Archive for November, 2007

best christmas album of 2007

It’s not too often I get amped up on a Christmas record. I find a lot of it mundane and most of the time I’m going back to the old stuff that I grew up on.

But if I can just say, Bebo Norman’s new record “Christmas From The Realms Of Glory” is likely the best Christmas album of 2007 and has quickly become one of my favorites. There are several reasons why: Musically it’s very solid, and Bebo has a great voice, and the arrangements of the songs are surprisingly unique.

But I think the most catching thing about this album is the raw simplicity with which it is delivered. It’s very acoustic driven – guitars, piano and Hammond organ, some layered banjo, and dulcimer. Somehow this album seems to capture the true spirit of Christmas for me. A lot of times Christmas music is so overdone – sweeping orchestral arrangements, cliche sleigh bells, dripping with consumerist gloss. But I feel like Bebo brings the focus back – the celebration, the joy, the seriousness, the weightyness that Christmas is, comes together on this album.

A couple highlight tracks…

Joy To The World:
I never really cared for this song all that much before – I always thought it sounded forced – but this is my favorite track on the album. Bebo plays this as though he were walking down the middle of a country road on Christmas morning with snow all around him, just belting this song out to all of his neighbors. He actually sounds happy playing this – you can’t help but smile.

The Rebel Jesus:
This is a cover of a song written by Jackson Browne in the early 90’s. I have never heard a more honest Christmas song. This lyric cuts deep and forces you to critically think about the way you celebrate Christmas every year…

We guard our world with locks and guns
And we guard our fine possessions
And once a year when christmas comes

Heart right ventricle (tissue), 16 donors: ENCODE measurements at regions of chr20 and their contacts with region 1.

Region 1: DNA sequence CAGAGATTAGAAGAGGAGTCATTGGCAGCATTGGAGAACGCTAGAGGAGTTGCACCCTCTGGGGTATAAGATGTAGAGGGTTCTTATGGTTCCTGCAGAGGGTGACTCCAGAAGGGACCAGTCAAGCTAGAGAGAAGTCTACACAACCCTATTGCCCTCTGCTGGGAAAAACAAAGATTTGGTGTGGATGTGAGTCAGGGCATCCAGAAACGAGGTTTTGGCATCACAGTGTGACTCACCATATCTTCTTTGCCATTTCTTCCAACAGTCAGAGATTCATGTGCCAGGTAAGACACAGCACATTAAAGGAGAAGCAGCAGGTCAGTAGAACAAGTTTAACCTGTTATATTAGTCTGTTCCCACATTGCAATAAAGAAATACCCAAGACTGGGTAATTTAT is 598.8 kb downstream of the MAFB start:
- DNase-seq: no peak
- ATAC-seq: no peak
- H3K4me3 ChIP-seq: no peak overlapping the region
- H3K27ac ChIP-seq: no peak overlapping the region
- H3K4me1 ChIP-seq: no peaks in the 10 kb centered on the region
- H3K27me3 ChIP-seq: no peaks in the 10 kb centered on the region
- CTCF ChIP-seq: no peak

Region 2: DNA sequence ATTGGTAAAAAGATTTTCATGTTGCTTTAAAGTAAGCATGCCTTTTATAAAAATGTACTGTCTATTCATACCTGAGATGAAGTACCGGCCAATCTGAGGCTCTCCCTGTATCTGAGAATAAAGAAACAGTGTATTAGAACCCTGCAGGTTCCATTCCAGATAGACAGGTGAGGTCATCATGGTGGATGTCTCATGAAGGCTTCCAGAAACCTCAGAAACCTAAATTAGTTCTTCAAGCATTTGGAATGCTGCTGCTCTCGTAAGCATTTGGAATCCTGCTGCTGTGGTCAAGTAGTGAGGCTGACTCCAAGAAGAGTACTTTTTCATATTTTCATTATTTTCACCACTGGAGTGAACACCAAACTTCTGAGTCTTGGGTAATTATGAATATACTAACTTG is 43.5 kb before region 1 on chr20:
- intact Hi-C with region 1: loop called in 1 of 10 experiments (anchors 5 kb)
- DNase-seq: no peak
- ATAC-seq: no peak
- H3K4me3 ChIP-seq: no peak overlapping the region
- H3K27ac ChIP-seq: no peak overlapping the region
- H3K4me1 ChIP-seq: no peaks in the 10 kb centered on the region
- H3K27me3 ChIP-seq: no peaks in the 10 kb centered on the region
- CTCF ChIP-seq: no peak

We give to our relations
And perhaps we give a little to the poor
If the generosity should seize us
But if any one of us should interfere
In the business of why there are poor
We get the same as the rebel Jesus

Overall it’s a solid album, honestly and intentionally done, and you should check it out. If you want to take a listen, click here.

the problem with wikipedia

If you’re a reader of this blog you know I have a fascination with Wikipedia. Perhaps a little off color, but I thought this was remarkably insightful (not to mention hilarious)… thanks for the find Jon:

some thoughts on baptism (part 2)

This is a continuation of my series of posts on Christian baptism, unpacking my thoughts and supporting my reasoning for getting baptized. Specifically I am digging into the 8 statements I made in Part 1. Today, Statement 1…

1. Baptism is not necessary for salvation
There are very few denominations within Christianity that support baptism as a necessity to salvation (most notably the Church Of Christ), so I’m not going to spend too much time digging into this one.

Among some of the verses that are used to support a view of baptismal regeneration include Mark 16:16…

“He who believes and is baptized will be saved, but he who does not believe will be condemned.”

At first glance it appears that this verse supports the idea that both faith and baptism are required for salvation. But notice the difference in the second half of the verse – while it is indicated that both ‘belief’ and ‘baptism’ will lead to salvation, it merely says in the second half that a lack of ‘belief’ will lead to condemnation. This verse teaches that ‘belief’ is essential to salvation – it does not teach that ‘baptism’ is.

One prominent example that comes to mind when considering faith as the critical element of salvation is the conversation had between Jesus and the criminal on the cross (Luke 23:40-43). Here Jesus promised a sinful man that he would “be with him in paradise” simply through belief – no opportunity for baptism.